Replicas within Actions
Because each action only uses one replica in a given group and each replica only receives messages from this one action, the replicas need not be deterministic, and there is no need to devise some protocol for dealing with multiple requests (or replies) from a client (server) group. When the replicated actions commit, it is necessary to ensure that only one action does so (to maintain consistency between the replicated objects). To do this, typically the first action to commit (the fastest) as part of its commit protocol copies the states of the objects it has used to those replicas it did not use (i.e. the replicas used by the other actions) and causes the other actions to abort. This is done atomically, so that if this atomic action should fail then the next replicated action which commits will proceed as though it had finished first.
times, just as the replicated actions, which are also replicated three times, α, β, and ε, begin commit processing. The execution paths of these actions is indicated by the lines.
When actions α and β come to commit they will be unable to do so because the object D (which α used) and C (which β used) have failed, making commit impossible. However, action ε will be able to commit, and will then update the states of all remaining functioning replicas. Failed replicas must be updated before they can be reused.
Obviously the choice of which replicas the actions should use is important e.g. in
In the figure, if action ε had used the same copy of object D as action then the failure of this object would have caused the two actions to have failed instead of one. In some systems [Ahamad 87] the choice of which replica a particular action uses is made randomly because they make the assumption that with a sufficient number of object replicas the chances of two actions using the same copy are small. However, in [Ng 89] they propose a different approach by using information about the nature of the distributed system (reliability of nodes, probability of network partitions occurring) to come up with an optimal route for each action to take when using replicated objects. This route attempts to minimize the object overlap between replicated actions and minimize the number of different nodes that an action visits during the course of its execution.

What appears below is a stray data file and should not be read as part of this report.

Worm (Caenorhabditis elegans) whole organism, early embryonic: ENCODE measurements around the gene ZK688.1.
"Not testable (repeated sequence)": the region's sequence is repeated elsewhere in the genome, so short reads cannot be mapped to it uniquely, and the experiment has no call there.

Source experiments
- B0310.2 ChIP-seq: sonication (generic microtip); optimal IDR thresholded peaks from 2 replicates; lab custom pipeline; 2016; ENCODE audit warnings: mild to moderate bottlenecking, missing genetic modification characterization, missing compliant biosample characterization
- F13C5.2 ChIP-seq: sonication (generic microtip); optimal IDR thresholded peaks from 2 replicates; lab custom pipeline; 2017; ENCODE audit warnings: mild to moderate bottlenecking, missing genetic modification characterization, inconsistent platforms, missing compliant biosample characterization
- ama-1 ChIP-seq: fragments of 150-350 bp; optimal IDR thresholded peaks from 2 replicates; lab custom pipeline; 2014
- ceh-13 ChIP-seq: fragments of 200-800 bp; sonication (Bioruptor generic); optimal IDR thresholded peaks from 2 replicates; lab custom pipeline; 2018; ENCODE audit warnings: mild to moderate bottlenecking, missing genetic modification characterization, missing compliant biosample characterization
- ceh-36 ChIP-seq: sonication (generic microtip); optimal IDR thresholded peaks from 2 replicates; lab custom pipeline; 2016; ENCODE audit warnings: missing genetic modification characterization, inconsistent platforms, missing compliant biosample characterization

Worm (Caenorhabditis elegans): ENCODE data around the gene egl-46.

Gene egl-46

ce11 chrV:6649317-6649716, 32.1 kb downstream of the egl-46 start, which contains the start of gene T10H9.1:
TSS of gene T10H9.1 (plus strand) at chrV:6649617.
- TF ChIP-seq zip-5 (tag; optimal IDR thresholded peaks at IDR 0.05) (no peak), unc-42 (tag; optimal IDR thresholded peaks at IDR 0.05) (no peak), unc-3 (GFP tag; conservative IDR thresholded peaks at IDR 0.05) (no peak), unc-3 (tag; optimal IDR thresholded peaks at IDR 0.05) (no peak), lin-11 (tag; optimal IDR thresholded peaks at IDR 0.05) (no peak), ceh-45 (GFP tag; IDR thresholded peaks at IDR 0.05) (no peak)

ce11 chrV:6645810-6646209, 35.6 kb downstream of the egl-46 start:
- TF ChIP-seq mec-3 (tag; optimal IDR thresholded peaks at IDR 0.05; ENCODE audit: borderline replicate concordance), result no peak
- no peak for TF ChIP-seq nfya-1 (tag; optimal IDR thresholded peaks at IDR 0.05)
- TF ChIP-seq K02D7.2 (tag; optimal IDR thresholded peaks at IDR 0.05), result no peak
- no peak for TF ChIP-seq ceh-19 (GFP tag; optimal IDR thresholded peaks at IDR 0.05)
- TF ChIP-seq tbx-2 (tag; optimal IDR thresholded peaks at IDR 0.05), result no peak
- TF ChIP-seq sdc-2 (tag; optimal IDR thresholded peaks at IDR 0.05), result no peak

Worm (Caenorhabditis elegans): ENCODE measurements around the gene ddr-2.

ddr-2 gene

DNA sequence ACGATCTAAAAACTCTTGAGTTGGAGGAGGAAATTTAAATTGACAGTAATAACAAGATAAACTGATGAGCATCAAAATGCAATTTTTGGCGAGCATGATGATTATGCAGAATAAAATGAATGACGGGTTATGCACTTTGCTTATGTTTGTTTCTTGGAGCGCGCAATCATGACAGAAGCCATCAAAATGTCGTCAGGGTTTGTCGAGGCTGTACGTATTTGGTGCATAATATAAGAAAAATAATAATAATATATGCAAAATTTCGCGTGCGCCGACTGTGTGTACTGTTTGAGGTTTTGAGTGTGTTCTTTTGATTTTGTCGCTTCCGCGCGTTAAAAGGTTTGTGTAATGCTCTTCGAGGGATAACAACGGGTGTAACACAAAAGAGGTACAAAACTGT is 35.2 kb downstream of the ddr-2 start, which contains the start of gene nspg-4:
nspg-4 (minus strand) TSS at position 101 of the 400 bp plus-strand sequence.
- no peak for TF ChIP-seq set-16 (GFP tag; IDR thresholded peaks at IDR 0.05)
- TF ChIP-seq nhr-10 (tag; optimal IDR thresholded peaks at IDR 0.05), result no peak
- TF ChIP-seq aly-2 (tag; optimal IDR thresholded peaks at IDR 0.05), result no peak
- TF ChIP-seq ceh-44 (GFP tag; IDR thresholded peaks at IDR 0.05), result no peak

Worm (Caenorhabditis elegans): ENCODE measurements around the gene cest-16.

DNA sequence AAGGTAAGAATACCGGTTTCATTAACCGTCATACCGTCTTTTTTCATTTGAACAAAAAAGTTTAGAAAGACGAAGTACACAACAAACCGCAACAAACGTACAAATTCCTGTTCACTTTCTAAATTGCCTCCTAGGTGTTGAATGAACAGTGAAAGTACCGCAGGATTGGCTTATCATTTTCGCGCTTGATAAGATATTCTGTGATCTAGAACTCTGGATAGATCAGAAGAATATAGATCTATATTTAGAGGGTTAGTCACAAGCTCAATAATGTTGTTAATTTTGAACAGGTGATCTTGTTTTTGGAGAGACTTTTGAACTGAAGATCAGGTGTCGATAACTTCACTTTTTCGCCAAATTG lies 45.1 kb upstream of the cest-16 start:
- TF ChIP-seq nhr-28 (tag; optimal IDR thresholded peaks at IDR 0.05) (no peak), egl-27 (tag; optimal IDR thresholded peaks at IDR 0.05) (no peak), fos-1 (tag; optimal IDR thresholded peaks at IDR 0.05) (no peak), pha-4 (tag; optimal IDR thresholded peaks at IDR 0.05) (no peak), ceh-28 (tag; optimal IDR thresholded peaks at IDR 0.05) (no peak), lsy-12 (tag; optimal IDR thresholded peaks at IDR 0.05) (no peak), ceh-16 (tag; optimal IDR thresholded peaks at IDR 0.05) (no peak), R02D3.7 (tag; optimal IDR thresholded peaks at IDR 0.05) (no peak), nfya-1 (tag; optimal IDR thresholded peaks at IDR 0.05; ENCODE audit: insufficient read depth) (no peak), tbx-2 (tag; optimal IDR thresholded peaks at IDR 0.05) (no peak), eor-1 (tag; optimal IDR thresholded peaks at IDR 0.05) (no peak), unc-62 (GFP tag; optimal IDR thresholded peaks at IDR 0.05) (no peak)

The advantage of using replicated actions as opposed to using replicas within an action are the same advantages obtained from using a passive replication protocol as opposed to using an active replication protocol: there is no need to ensure that all copies of the same object are deterministic since the action which commits will impose its view of the state of the object on all other copies, and each replica will receive a reduced number of repeated requests from replicated clients (reduced to only one message if each action makes use of a different replica).